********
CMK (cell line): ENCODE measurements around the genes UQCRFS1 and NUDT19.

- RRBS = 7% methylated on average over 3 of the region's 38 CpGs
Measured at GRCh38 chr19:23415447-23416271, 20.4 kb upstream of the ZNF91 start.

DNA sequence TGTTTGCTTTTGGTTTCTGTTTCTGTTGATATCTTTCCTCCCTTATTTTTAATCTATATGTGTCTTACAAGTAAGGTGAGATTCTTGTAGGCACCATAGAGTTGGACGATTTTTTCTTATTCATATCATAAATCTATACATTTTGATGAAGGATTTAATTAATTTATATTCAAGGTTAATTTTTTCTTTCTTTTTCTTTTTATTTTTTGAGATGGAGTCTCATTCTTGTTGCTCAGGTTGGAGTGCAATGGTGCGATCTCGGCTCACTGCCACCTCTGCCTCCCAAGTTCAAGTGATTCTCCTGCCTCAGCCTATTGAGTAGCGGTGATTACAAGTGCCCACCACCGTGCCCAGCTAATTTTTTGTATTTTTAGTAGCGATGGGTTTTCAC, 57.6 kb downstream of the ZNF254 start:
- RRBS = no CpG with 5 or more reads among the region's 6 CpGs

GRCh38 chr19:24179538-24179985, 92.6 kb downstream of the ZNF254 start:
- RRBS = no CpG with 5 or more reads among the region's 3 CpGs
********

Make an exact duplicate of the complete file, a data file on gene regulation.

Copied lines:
CMK (cell line): ENCODE measurements around the genes UQCRFS1 and NUDT19.

- RRBS = 7% methylated on average over 3 of the region's 38 CpGs
Measured at GRCh38 chr19:23415447-23416271, 20.4 kb upstream of the ZNF91 start.

DNA sequence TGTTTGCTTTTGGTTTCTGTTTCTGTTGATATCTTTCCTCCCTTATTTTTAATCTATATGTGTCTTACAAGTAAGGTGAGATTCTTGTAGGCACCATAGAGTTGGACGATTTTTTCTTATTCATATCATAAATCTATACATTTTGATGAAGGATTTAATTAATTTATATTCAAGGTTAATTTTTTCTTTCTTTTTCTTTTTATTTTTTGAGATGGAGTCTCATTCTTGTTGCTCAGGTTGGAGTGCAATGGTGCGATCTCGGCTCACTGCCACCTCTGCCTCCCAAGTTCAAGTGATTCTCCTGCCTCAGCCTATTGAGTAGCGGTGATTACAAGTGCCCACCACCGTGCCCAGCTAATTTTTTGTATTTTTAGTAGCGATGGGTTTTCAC, 57.6 kb downstream of the ZNF254 start:
- RRBS = no CpG with 5 or more reads among the region's 6 CpGs

GRCh38 chr19:24179538-24179985, 92.6 kb downstream of the ZNF254 start:
- RRBS = no CpG with 5 or more reads among the region's 3 CpGs